Following a threat made on the life of Daniel Craig based on my not updating and the realisation that if this was the only chapter with multiple perspectives in in the story it would be kind of odd, I've decided to split what was originally going to be a very long chapter into several parts. Here is the first. I hope it makes sense. To refresh you're memories if you're coming straight to chapter four having read the rest a while ago, you may wish to re-read chapter two.
The paintings on the school wall are almost violently bright. Each one shows a childish, blockish form inexpertly picked out in garish colours, smiling down at nostalgic adult visitors. The display hardly shows the school at its best; but then the conveniently placed table of GCSE results nearby does that quite well enough. What it does do is create a caring atmosphere, a sense that above all else, children flourish here. It's on these walls for all to see. Can't you see the happy pictures? Can't you just see the smiling faces of the children who painted them?
In actuality, Mr Brown can feel stress and pressure leaking from the minds of the students like a polluted river, oozing under classroom doors and collecting in a stagnant, viscous pool around his feet. The children will sense it of course, a few happy pictures won't fool them, but that doesn't matter. They don't pay the school fees. As a marketing strategy, it is highly astute. Mr Brown observes this all appreciatively. He has spent his own time as a propagandist.
"Can I help you sir?" The voice speaks in a clipped, Cambridge accent, but it sounds laboured, the speech forced. Without turning around, Mr Brown delves into the head of the pretty young receptionist who has addressed him. She came in from Birmingham recently, desperate for a job. They pay decently here, she got the job on looks and on efficiency, but the accent's a struggle. She went to the interview with it, hoping it would further her chances and now she's stuck with it.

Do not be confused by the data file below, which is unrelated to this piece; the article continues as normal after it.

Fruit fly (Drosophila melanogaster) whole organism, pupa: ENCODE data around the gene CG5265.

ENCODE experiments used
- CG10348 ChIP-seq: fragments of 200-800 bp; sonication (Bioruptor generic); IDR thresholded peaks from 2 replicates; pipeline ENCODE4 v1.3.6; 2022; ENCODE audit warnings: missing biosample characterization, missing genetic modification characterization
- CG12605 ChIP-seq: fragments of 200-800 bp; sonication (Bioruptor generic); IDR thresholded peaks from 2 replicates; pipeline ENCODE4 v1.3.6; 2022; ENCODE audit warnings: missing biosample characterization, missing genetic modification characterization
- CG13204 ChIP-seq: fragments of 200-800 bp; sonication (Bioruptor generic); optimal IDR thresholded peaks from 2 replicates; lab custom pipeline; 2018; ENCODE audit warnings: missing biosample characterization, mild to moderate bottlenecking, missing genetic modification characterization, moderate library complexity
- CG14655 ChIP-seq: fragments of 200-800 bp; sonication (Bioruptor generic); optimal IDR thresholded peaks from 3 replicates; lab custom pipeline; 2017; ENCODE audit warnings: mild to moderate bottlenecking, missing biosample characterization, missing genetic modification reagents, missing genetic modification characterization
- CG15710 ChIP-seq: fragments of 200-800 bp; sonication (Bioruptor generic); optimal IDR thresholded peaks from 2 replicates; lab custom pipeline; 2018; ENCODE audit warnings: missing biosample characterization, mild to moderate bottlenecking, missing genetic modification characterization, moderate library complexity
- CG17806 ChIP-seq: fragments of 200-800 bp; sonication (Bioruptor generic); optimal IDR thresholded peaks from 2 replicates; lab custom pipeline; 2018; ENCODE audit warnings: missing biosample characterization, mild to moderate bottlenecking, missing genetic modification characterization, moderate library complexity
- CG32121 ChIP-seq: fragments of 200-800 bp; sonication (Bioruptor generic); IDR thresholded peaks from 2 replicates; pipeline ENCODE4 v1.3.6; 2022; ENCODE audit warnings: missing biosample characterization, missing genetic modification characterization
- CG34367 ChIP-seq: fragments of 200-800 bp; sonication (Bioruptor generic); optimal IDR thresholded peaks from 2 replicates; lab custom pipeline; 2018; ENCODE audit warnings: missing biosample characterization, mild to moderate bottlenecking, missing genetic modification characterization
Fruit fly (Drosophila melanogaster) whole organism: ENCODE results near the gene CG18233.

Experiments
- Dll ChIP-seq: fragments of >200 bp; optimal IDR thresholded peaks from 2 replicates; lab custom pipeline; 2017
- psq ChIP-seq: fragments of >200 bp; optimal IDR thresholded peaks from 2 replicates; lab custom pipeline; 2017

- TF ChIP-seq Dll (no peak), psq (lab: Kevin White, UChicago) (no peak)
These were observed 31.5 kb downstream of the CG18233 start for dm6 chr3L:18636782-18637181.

Mr Brown observes this with practiced ease and speed, taking it all in in the time it takes him to spin round and fix his cold approximation of a charming smile on his face.
"Yes." He replies, in answer to her question. "I'm here with JCQ." As he knows full well, the new girl won't know what that is; but the more flustered she gets, the easier she will be to bypass.
"Ah?" She asks; and he feels her internally scouring her head for the acronym, before at last turning up blank and admitting defeat. "I'm sorry, I'm new." She blushes, embarrassed. "Could you tell me, ah..."
"The Joint Council for Qualifications." He explains, saving her the embarrassment of having to ask for herself. "We check that school exams are administered as they should be. I have an interview scheduled with a student named Michael Wilson?"
Appointment. Scheduled. She skims the diary for the day, but finds no mention of a Joint Council for Qualifications. They came a few weeks ago, to interview this student Michael and another girl, but as for today...
"I'm sorry sir." She responds apologetically. "I can't seem to find your appointment. Ah. How embarrassing. I can go and ask the principle of course, if you'd just wait here."